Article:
• What do we do best. What do we like to do, what do we want to achieve. (remember, it has to be authentic. It is the building block for the whole approach). Perhaps we are best at creating the right formula product, we like to manufacture and distribute it so that everyone can enjoy its benefits.
  • We need to develop a knowledge base.
    • Our company, its people, products, processes, stakeholders , users and their interests.
    • The events and activities we endorse, sponsor and why.
    • The third parties we work with and are involved with and why.
    • The content of the conversations about our organisation, products and service (what do people like to talk about)
    • The empathetic and mutual interest between constituents and the company (what do we like to talk about that our constituency also like to talk about.
    • Identify dissonance
  • We need to articulate our objectives
    • Articulate the benefits
    • Create presence
    • Build credibility through broad engagement of our stakeholders
    • Involve our active, aware and latent publics
    • Resolve dissonance
    • Deliver ROI in the short, say, three months, and long term over a period of, say, 12 months through consumer involvement
      • Mobilise our stakeholders in support of the company, its products and partners
      • Directly and indirectly involve our consumer audience which is a broad constituency (age, sex, income, location etc).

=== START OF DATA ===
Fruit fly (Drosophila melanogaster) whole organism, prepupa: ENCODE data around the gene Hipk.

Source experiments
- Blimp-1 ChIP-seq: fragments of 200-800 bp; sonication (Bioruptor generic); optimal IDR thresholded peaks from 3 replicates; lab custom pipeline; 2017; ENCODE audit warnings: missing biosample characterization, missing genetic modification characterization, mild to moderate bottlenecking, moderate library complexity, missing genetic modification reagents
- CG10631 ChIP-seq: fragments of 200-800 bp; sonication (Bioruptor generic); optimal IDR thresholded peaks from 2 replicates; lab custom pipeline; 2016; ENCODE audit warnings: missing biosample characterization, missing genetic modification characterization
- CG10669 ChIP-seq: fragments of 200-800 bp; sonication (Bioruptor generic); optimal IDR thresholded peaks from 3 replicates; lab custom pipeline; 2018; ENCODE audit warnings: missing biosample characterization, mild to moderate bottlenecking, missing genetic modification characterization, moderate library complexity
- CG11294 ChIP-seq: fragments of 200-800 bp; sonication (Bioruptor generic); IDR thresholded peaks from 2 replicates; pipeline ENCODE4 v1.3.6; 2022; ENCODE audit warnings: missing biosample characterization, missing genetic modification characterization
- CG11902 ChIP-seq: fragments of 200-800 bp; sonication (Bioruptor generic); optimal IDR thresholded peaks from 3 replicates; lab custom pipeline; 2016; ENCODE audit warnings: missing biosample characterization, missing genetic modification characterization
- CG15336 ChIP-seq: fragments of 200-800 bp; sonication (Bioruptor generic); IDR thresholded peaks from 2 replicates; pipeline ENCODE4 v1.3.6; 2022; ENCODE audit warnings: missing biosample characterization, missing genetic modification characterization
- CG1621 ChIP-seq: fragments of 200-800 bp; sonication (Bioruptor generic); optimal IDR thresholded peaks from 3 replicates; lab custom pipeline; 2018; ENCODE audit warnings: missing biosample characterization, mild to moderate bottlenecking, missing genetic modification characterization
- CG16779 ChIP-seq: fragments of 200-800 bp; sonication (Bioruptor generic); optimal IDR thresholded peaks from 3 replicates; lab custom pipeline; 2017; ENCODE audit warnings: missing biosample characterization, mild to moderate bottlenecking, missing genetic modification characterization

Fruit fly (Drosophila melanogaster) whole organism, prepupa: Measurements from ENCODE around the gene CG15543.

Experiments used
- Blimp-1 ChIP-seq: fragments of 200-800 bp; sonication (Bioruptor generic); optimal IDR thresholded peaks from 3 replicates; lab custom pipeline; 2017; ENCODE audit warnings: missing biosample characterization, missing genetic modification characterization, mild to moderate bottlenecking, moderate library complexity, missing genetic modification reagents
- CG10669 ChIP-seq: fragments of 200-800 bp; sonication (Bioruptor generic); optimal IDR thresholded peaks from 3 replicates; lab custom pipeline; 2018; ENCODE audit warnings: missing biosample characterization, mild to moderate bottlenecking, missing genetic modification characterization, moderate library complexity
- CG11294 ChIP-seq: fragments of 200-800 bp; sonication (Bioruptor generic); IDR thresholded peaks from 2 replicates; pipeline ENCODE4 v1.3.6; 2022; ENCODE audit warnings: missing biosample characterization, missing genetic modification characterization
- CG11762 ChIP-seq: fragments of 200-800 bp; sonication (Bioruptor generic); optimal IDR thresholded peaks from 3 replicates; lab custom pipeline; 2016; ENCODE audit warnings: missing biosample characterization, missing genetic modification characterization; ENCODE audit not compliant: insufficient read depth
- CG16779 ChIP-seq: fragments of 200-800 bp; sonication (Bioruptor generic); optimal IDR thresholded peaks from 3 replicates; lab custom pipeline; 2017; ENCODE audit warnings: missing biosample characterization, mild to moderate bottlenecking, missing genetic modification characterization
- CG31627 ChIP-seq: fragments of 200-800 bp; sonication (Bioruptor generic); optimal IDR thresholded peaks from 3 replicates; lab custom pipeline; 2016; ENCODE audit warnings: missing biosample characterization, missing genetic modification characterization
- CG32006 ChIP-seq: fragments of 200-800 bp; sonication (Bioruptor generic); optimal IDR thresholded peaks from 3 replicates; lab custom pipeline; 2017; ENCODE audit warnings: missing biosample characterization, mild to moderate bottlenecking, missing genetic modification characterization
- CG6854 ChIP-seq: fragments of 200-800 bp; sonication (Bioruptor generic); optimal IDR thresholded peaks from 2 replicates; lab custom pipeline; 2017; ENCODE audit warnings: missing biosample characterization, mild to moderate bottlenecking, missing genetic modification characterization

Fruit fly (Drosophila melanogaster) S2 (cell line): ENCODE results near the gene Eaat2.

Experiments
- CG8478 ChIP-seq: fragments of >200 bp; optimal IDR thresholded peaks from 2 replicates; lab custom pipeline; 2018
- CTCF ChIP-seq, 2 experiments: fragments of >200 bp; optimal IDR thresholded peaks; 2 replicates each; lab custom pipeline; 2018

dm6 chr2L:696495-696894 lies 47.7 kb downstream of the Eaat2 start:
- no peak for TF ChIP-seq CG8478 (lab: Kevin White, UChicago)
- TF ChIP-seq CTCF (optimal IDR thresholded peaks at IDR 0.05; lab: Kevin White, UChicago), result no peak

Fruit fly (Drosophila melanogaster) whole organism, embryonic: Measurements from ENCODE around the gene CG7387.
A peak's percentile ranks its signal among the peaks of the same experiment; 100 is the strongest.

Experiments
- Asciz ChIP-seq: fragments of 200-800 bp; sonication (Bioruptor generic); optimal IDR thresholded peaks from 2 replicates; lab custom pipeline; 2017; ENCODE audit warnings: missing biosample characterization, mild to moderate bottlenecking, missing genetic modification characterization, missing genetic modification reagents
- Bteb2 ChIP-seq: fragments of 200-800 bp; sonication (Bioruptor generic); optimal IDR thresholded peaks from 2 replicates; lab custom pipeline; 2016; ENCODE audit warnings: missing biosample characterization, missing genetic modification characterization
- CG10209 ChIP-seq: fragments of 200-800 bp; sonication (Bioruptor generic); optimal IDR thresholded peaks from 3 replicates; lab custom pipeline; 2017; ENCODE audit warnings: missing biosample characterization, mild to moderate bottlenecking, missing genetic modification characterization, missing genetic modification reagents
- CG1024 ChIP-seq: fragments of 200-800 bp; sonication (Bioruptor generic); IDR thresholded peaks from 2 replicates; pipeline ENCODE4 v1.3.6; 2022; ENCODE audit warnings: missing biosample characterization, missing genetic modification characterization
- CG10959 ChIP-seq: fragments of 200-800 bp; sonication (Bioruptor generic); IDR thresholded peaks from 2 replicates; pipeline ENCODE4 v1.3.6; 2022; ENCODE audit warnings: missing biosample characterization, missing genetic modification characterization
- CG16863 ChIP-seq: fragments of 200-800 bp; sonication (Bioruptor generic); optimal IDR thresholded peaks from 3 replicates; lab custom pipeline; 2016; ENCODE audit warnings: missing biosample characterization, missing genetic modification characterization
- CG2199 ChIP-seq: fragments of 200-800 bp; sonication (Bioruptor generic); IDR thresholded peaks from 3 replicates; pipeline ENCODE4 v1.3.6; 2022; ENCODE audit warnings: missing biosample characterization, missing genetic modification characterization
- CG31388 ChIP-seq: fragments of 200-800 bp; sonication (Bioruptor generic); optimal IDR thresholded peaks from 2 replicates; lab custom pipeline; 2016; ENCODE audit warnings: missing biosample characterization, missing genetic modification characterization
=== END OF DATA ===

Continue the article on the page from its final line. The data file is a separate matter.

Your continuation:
• Encourage our consumer audience to consider us when they think about or are discussing dogs
      • Address dissonant issues for that proportion of our consumer audience and stakeholders that are expose to them

  • We need to articulate our strategy
  • We now have to undertake risk analysis
    • Cost, time opportunity threat of platforms and channels
    • Opportunity/threat in change in importance, influence and attitudes of stakeholder
  • Analise cost benefits (advertising v PR; sponsorship v Social Media etc)
    • Corporate and product brand risk/benefitRelative effectiveness
    • Time to be effective
    • Cost
    • Investment
    • Key performance indicators (time cost effect)
  • Create tactical campaign brief
    • Key (SMART) objectives
    • Milestones
    • Actions
    • Responsibilities
  • Approvals and reporting
  • Implement.

Online PR is not as easy as it sounds, it is definitely not something to be done lightly.

On the other hand using corporate speak and scream marketing is dangerous, even fatal.

The rewards for PR are enough to make a puppy wag its tail